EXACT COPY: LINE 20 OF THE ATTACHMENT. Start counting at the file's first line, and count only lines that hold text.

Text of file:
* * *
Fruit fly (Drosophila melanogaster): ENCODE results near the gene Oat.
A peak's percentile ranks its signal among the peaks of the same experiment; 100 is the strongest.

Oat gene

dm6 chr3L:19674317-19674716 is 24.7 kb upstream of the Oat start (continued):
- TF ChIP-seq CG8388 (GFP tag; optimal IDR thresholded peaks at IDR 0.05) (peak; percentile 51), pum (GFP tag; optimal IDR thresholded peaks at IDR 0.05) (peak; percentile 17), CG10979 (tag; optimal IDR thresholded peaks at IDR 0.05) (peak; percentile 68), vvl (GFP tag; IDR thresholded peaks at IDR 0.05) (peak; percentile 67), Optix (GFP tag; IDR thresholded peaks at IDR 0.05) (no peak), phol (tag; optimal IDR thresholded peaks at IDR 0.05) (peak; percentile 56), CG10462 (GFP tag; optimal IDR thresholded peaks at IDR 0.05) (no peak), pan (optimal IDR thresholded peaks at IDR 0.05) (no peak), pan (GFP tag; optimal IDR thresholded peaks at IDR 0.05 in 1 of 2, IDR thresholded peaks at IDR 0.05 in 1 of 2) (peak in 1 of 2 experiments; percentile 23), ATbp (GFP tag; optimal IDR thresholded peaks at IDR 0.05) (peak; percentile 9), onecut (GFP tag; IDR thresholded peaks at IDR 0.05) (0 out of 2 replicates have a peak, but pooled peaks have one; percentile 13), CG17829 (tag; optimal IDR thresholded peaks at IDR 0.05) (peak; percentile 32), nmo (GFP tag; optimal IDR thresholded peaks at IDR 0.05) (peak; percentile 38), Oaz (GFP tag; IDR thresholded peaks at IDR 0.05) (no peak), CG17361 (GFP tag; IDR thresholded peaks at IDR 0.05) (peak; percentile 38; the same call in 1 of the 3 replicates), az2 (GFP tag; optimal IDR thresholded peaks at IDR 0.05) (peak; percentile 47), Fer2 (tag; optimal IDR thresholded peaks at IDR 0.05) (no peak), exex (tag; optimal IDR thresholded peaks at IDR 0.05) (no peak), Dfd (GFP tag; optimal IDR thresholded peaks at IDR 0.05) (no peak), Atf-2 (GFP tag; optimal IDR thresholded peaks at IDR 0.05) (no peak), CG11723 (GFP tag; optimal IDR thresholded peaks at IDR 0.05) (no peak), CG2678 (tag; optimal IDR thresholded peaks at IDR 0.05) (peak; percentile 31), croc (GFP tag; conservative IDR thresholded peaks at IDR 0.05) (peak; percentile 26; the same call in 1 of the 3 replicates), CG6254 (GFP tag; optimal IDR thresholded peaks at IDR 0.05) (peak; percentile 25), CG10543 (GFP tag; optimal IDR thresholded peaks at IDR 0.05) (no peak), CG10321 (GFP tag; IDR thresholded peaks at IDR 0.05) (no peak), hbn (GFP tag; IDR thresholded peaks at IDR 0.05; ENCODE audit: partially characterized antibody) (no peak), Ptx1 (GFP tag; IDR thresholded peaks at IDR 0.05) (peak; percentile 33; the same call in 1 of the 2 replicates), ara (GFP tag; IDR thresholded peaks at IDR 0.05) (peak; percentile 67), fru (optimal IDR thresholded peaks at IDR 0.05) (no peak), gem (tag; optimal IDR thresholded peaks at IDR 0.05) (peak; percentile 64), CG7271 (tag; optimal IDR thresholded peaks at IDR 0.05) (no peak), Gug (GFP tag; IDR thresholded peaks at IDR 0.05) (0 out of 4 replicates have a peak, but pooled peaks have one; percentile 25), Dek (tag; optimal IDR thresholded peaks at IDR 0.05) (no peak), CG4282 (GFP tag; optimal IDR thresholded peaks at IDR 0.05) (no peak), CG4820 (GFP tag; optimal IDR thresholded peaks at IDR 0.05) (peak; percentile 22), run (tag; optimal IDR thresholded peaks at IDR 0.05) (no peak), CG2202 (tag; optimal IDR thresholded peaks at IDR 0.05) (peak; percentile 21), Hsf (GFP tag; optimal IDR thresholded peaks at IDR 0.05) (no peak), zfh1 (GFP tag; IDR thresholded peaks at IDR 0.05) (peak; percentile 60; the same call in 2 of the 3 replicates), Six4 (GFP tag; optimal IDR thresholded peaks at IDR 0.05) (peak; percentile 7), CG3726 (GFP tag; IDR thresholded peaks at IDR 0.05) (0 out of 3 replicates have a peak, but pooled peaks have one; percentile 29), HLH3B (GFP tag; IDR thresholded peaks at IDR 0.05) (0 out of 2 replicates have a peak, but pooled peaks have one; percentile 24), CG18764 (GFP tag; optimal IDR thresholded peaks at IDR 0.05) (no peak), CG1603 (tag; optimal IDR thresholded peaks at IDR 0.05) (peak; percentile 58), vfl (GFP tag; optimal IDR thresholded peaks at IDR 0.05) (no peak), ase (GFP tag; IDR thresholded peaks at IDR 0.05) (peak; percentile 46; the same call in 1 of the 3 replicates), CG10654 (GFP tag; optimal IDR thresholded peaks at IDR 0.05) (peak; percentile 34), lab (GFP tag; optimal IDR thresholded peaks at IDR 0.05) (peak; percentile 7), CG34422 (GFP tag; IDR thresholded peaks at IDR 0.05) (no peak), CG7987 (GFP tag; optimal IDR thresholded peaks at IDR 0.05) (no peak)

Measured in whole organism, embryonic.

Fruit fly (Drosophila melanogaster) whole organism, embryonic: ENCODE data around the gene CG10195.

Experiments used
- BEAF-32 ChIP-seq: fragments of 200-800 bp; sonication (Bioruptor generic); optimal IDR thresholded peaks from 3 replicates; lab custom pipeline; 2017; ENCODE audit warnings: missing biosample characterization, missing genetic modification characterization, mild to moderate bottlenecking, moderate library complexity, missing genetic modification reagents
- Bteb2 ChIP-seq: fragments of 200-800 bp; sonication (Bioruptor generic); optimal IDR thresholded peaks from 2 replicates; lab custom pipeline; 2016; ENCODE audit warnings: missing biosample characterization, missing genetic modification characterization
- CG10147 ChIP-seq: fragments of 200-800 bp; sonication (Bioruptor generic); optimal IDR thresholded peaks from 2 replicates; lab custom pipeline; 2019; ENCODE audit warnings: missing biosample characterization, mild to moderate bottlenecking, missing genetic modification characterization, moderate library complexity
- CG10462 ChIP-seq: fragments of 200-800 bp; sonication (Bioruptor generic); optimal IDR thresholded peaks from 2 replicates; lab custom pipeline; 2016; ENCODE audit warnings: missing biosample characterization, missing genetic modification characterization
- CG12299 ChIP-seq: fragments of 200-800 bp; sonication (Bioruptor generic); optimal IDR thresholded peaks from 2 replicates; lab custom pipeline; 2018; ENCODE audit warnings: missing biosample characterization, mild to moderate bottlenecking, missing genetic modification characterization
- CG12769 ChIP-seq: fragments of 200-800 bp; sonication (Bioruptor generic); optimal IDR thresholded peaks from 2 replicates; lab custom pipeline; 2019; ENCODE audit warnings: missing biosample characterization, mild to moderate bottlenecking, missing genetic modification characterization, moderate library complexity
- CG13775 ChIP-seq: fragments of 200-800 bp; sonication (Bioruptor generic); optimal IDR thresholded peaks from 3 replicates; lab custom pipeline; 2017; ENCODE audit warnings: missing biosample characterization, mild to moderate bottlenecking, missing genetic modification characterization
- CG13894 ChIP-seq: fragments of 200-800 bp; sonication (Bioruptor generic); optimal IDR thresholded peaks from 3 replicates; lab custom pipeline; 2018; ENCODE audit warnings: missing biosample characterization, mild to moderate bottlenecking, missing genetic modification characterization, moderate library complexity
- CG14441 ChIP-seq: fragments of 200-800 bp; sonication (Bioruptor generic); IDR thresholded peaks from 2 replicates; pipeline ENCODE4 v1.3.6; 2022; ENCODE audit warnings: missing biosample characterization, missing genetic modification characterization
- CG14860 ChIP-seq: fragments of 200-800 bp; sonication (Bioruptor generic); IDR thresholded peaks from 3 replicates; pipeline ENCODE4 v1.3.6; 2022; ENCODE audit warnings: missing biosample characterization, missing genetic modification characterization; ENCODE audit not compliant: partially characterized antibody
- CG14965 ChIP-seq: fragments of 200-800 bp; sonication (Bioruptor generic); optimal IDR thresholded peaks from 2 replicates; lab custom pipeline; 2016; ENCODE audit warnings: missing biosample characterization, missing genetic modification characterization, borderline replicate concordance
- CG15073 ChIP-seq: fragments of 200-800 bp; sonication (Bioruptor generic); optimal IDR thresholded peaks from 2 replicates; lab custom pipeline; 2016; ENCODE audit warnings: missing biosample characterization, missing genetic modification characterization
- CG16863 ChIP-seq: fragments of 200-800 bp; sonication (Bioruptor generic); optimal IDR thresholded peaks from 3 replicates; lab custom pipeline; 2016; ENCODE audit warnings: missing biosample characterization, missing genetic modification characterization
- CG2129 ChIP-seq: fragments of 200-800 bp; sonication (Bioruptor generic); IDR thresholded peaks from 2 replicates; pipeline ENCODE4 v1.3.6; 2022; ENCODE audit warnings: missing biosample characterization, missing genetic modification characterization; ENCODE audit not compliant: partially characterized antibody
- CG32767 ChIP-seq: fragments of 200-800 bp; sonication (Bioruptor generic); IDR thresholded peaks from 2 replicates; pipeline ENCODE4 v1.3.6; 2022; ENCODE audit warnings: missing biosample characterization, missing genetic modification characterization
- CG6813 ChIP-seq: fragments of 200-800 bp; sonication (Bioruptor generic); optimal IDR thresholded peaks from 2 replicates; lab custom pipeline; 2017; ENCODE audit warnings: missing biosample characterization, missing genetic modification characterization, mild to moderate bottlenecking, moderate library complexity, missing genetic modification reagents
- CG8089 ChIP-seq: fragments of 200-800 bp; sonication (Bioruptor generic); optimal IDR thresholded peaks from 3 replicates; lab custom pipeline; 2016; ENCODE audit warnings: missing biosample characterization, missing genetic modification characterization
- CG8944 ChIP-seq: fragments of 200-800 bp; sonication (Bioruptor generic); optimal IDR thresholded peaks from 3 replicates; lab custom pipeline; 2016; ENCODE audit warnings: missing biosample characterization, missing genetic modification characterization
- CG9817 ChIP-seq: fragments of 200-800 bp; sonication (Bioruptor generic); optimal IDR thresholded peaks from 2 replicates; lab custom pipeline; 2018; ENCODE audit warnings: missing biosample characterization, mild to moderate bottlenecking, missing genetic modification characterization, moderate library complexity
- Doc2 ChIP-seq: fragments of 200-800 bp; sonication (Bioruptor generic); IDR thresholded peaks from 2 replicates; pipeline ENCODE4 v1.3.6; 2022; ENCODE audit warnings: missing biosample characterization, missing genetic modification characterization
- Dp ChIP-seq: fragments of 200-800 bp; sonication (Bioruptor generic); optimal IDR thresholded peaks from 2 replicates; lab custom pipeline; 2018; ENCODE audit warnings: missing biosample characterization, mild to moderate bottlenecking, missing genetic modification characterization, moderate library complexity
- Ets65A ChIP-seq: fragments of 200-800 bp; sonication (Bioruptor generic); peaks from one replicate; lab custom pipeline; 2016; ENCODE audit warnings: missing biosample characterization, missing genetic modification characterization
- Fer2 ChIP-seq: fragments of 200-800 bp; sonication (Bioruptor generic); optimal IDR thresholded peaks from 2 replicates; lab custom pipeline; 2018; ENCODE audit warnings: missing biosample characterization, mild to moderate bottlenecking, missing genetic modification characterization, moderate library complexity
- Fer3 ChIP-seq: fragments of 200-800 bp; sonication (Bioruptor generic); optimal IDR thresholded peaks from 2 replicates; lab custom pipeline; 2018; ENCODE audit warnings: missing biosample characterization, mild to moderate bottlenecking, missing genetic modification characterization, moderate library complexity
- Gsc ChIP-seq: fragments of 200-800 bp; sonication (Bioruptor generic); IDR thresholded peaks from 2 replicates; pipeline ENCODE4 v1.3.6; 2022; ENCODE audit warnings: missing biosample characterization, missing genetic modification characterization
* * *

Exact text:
- CG15073 ChIP-seq: fragments of 200-800 bp; sonication (Bioruptor generic); optimal IDR thresholded peaks from 2 replicates; lab custom pipeline; 2016; ENCODE audit warnings: missing biosample characterization, missing genetic modification characterization